Her bravery inspires me every time I think of her. She was so willing to surrender to the life that was given to her, even though it bucked tradition and didn't give her what she had hoped for. She still put one foot in front of the other each and every day and freely gifted others with her motherly love.

If I find that I share her destiny - to be childless - I hope that I can be as generous and brave as she was.

Meet Aida, of the childless ones

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This is Aida.

I discovered her in my 20’s when I was working on my family tree. She was my grandfather’s sister. I had heard a little about her during my childhood. She had died young, in her early twenties, and by the time I was that age, and found myself looking at a photograph of her, I couldn’t stop thinking about her legacy.

She had never married or had children. Who, I wondered, would remember her? Who would keep her memory alive?

Even at that young age, I remember fearing such a fate. If you are a woman who doesn’t have children, who will remember you? Who are you and what does your life mean if you leave no descendants, or if your descendants leave this earth before you do?

And twenty years later, I find myself facing those very same questions all over again, as a woman who did not have children (by circumstance, not by choice).

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Even in my youth, I recognized how important it is to remember the women who came before us. But now I realize why. Our ancestors, mothers or not, leave an impact on their family members – cousins, sisters, nieces. Aida might not have had her own children, and might have died long before I ever had the chance to know her, but as my grand-aunt, she is still part of my DNA. And it’s important to me to remember her and share her story.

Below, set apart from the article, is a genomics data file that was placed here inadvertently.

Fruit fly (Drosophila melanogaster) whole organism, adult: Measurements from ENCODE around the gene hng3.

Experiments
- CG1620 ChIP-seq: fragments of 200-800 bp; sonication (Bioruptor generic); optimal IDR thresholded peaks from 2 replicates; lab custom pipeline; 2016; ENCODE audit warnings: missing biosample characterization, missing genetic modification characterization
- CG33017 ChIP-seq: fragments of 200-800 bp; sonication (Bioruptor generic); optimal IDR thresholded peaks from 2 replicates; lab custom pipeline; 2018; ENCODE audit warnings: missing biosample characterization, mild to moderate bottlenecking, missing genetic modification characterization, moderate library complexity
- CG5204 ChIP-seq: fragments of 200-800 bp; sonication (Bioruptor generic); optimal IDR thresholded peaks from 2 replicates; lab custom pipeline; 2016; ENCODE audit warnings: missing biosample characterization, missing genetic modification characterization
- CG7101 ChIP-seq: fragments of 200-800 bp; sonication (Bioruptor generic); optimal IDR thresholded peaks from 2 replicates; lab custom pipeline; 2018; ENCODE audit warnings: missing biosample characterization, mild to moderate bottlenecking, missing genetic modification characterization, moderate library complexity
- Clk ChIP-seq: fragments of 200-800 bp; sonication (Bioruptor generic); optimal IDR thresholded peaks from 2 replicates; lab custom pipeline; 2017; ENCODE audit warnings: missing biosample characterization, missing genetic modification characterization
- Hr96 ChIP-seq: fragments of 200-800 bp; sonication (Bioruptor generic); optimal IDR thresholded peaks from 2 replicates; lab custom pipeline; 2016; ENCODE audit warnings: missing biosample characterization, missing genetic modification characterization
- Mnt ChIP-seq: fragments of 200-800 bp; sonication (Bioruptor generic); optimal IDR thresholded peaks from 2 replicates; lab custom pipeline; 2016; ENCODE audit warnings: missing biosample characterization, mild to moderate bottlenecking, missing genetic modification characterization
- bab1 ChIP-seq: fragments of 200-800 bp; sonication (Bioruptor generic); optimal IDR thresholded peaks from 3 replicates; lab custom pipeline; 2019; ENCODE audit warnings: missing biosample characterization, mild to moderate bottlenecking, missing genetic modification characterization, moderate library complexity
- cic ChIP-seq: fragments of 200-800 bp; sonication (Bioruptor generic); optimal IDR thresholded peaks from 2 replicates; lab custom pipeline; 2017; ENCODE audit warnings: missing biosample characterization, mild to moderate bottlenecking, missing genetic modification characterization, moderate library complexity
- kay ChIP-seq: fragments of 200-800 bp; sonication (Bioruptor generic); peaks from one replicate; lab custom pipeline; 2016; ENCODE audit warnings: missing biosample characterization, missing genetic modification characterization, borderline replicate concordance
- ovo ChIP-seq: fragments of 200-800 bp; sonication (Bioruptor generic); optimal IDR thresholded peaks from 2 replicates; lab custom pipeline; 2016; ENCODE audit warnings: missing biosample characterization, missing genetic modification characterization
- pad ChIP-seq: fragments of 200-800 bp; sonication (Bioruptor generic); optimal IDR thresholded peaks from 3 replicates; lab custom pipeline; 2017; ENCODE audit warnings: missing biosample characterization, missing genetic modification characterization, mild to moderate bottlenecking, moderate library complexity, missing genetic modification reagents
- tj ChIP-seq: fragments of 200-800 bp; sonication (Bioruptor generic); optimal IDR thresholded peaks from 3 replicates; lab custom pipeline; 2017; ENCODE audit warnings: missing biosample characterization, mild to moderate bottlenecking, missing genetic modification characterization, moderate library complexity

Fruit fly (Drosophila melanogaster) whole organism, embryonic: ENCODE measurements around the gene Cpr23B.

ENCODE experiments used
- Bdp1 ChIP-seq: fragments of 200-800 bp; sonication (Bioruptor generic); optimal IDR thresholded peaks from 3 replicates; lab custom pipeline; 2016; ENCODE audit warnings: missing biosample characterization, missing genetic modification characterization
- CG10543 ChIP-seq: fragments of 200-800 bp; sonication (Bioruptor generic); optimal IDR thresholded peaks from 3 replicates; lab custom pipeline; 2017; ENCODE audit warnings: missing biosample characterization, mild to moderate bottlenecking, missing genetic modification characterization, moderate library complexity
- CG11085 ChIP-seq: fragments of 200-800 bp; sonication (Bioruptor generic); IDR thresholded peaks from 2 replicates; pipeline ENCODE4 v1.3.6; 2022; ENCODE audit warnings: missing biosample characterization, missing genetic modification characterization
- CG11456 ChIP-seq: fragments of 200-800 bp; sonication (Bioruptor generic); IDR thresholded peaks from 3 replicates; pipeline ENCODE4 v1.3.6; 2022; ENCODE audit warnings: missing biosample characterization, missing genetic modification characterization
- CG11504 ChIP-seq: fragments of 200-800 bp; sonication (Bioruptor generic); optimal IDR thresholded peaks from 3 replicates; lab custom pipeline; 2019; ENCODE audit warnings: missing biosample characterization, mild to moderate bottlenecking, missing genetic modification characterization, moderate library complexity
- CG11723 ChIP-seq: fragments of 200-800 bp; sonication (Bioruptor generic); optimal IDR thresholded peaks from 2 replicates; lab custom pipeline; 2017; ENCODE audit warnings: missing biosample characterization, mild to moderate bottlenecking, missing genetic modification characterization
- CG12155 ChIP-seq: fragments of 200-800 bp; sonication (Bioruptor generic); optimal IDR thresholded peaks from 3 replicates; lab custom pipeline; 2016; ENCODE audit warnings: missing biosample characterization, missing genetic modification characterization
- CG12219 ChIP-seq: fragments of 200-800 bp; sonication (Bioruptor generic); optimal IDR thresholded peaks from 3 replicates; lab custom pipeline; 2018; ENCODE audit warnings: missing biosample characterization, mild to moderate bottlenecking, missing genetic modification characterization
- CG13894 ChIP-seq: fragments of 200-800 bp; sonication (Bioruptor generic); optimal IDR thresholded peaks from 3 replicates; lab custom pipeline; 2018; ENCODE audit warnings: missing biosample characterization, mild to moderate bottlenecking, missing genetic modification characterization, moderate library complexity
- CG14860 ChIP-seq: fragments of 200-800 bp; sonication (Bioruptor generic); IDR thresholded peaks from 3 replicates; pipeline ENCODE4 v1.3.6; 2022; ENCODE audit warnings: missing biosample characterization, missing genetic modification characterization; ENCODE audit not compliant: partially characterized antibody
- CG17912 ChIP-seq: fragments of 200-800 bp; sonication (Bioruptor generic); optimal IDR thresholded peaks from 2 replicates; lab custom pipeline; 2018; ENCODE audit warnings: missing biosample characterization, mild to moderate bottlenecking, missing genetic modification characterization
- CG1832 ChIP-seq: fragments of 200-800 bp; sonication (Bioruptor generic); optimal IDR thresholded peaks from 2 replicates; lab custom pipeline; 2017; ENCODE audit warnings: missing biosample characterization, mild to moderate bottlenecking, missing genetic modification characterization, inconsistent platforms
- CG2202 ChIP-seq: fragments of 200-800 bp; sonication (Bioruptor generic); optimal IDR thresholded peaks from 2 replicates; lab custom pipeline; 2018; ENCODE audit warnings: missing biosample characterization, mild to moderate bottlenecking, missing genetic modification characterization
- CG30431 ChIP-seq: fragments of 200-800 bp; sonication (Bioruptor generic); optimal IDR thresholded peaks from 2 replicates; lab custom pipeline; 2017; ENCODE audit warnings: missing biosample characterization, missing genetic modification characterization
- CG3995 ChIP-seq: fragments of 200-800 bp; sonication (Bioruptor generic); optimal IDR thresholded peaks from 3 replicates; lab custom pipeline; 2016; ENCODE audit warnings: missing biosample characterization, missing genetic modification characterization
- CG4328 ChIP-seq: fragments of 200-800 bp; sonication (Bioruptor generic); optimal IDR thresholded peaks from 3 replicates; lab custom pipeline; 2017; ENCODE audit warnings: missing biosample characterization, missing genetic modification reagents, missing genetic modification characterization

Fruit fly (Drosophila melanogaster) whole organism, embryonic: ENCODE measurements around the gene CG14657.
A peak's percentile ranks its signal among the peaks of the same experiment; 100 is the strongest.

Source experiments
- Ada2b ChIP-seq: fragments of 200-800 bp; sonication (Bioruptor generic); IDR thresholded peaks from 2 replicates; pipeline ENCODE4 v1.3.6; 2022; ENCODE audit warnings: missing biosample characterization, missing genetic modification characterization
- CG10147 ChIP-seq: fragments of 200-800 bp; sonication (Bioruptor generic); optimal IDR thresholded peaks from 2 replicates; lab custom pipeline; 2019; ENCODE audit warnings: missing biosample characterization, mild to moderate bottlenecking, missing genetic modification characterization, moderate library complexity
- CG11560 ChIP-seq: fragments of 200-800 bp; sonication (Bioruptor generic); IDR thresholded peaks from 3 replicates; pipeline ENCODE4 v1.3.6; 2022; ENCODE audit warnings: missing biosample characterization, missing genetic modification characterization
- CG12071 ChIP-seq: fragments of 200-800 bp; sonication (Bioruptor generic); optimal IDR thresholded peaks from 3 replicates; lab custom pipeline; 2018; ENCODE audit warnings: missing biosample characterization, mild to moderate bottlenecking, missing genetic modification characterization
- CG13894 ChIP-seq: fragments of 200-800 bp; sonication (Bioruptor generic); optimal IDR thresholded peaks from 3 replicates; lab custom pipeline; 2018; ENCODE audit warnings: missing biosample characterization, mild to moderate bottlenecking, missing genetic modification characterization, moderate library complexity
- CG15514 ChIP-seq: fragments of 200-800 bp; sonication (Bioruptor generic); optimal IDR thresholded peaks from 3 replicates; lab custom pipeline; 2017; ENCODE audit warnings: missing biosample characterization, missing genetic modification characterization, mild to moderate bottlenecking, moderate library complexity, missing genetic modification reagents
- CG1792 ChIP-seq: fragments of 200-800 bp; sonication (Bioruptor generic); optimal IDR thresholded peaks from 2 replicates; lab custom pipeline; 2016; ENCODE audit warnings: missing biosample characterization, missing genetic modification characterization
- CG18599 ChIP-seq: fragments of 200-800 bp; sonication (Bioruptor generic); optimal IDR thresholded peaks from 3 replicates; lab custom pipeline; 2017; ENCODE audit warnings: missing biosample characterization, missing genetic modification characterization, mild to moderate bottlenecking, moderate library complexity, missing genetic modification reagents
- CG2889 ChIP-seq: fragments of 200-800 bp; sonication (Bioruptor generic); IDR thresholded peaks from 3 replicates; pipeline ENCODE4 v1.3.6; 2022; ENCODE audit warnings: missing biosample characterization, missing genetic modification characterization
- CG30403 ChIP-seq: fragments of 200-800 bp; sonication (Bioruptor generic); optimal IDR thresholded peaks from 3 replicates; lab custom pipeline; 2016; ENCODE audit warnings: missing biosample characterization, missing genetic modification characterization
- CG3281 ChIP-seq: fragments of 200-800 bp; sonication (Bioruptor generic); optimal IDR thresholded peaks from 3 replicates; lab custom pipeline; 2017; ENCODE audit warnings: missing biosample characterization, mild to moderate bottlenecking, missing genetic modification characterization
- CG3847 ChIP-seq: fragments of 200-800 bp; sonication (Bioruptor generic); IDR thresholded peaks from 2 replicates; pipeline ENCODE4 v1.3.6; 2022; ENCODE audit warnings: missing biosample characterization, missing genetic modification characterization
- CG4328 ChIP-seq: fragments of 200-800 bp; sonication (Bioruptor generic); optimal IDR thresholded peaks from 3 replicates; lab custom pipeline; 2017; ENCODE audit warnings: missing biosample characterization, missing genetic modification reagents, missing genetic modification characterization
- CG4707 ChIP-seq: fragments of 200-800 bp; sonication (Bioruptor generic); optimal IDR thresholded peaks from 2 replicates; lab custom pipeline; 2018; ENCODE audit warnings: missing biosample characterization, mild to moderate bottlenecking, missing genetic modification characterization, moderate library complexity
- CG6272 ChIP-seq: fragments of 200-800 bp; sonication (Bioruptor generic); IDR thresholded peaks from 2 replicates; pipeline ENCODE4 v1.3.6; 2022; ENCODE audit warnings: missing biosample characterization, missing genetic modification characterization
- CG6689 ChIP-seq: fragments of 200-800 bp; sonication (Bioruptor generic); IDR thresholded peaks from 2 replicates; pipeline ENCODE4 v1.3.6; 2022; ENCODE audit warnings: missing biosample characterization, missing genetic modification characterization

Like me, she was the eldest of four children (though unlike her, I have two older half-siblings, as well). Also similar to my family, the older two children were girls, the younger two, boys. Aida, my grandfather, and their siblings were born in Copenhagen, Denmark. They spoke Danish and English, and a smattering of French and Latin. All four of the siblings were fierce kayakers. They loved to be in the water. They came from a long line of Scandinavian intellects, philosophers, and craftsmen.

  Aida at St. Joseph's Hospital, Copenhagen, Denmark: 1920

Aida at St. Joseph's Hospital, Copenhagen, Denmark: 1920

That is, I’m sorry to say, most of what I know of Aida. My grandfather didn’t share much about his family when I was little – and I was probably too young to have appreciated (or retained) what he did tell me. Any other information I have beyond this is based only on my intuition. I have a feeling Aida was a bit of a loner – perhaps her health problems set her apart from others. I believe she loved her siblings, and most especially, her sister, but that she never felt like she truly belonged. And most of all, I believe she loved life, and didn’t want to leave it so soon. I suspect it pained her, in the end, to face leaving her family, knowing they would go on to live full lives while she would never realize her dreams.

Aida was the only one in the family who never left Denmark. She was buried there. Soon after her death, the entire family – Grandpa, his remaining siblings, and his parents – gave up their lives in Denmark and immigrated to New York. None of them, to my knowledge, ever returned to their homeland.

  Aida's grave: 1922

Aida's grave: 1922

What happened to Aida seems so brutally unfair - to die so young, without the chance to experience love, motherhood, life. I have an especially deep compassion for women who have lost the chance at motherhood – in any way that might have happened. For some, it might be the death of their child. For others, infertility or other circumstances. And for some, like Aida, it might be their own early death.